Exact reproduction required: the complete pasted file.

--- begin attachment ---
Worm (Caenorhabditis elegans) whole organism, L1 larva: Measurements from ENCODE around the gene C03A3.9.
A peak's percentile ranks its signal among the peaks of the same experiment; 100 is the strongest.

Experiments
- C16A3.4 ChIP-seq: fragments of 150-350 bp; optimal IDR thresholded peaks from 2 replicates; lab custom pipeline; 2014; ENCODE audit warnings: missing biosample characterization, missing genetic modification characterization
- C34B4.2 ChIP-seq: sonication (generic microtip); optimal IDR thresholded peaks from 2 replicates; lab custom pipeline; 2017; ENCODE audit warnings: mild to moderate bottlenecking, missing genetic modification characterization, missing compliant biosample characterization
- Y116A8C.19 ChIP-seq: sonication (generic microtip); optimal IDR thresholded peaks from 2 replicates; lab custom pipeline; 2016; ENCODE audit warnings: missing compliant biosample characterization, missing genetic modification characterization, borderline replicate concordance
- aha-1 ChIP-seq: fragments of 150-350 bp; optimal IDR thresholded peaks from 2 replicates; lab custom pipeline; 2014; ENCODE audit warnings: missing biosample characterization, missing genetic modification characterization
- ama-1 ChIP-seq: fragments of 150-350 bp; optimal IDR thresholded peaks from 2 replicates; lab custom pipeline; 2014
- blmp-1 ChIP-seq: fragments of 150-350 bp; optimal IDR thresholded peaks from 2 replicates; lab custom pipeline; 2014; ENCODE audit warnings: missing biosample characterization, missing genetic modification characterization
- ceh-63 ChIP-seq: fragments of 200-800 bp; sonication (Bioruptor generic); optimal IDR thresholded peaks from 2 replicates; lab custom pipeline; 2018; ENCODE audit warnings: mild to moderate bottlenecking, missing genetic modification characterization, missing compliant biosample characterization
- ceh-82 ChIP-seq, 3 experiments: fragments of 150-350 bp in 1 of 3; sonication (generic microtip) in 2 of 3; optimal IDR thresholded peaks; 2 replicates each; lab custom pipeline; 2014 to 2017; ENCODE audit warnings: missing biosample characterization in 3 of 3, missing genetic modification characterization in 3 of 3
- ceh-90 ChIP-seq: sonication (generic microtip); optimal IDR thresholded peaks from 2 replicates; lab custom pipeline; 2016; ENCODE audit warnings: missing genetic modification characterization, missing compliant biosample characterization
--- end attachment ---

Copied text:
Worm (Caenorhabditis elegans) whole organism, L1 larva: Measurements from ENCODE around the gene C03A3.9.
A peak's percentile ranks its signal among the peaks of the same experiment; 100 is the strongest.

Experiments
- C16A3.4 ChIP-seq: fragments of 150-350 bp; optimal IDR thresholded peaks from 2 replicates; lab custom pipeline; 2014; ENCODE audit warnings: missing biosample characterization, missing genetic modification characterization
- C34B4.2 ChIP-seq: sonication (generic microtip); optimal IDR thresholded peaks from 2 replicates; lab custom pipeline; 2017; ENCODE audit warnings: mild to moderate bottlenecking, missing genetic modification characterization, missing compliant biosample characterization
- Y116A8C.19 ChIP-seq: sonication (generic microtip); optimal IDR thresholded peaks from 2 replicates; lab custom pipeline; 2016; ENCODE audit warnings: missing compliant biosample characterization, missing genetic modification characterization, borderline replicate concordance
- aha-1 ChIP-seq: fragments of 150-350 bp; optimal IDR thresholded peaks from 2 replicates; lab custom pipeline; 2014; ENCODE audit warnings: missing biosample characterization, missing genetic modification characterization
- ama-1 ChIP-seq: fragments of 150-350 bp; optimal IDR thresholded peaks from 2 replicates; lab custom pipeline; 2014
- blmp-1 ChIP-seq: fragments of 150-350 bp; optimal IDR thresholded peaks from 2 replicates; lab custom pipeline; 2014; ENCODE audit warnings: missing biosample characterization, missing genetic modification characterization
- ceh-63 ChIP-seq: fragments of 200-800 bp; sonication (Bioruptor generic); optimal IDR thresholded peaks from 2 replicates; lab custom pipeline; 2018; ENCODE audit warnings: mild to moderate bottlenecking, missing genetic modification characterization, missing compliant biosample characterization
- ceh-82 ChIP-seq, 3 experiments: fragments of 150-350 bp in 1 of 3; sonication (generic microtip) in 2 of 3; optimal IDR thresholded peaks; 2 replicates each; lab custom pipeline; 2014 to 2017; ENCODE audit warnings: missing biosample characterization in 3 of 3, missing genetic modification characterization in 3 of 3
- ceh-90 ChIP-seq: sonication (generic microtip); optimal IDR thresholded peaks from 2 replicates; lab custom pipeline; 2016; ENCODE audit warnings: missing genetic modification characterization, missing compliant biosample characterization